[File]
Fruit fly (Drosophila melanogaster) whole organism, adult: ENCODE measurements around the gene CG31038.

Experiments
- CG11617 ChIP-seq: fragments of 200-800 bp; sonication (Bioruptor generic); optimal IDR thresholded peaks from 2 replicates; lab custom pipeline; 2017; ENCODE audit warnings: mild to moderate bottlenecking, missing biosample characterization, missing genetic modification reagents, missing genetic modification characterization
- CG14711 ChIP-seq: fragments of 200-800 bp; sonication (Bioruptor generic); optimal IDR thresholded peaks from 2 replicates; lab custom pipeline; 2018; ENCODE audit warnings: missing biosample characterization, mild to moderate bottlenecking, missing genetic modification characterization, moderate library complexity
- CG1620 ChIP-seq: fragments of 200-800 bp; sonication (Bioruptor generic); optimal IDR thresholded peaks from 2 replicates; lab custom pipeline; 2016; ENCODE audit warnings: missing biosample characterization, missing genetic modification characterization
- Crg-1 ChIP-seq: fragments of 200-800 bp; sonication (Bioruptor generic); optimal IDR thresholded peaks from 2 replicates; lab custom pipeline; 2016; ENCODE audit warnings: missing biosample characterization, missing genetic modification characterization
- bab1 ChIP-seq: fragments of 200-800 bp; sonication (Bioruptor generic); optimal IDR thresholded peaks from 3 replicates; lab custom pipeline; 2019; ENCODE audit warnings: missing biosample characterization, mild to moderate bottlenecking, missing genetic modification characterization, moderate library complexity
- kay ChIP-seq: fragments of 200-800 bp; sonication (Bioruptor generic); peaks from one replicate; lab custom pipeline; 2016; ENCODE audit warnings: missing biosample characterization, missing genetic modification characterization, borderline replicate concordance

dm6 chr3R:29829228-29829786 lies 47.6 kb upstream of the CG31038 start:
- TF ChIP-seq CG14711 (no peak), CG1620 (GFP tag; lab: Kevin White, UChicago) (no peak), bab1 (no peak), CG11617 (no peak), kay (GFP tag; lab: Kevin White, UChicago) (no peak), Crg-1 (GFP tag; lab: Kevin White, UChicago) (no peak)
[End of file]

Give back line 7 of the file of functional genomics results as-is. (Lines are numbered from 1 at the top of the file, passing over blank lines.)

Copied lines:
- bab1 ChIP-seq: fragments of 200-800 bp; sonication (Bioruptor generic); optimal IDR thresholded peaks from 3 replicates; lab custom pipeline; 2019; ENCODE audit warnings: missing biosample characterization, mild to moderate bottlenecking, missing genetic modification characterization, moderate library complexity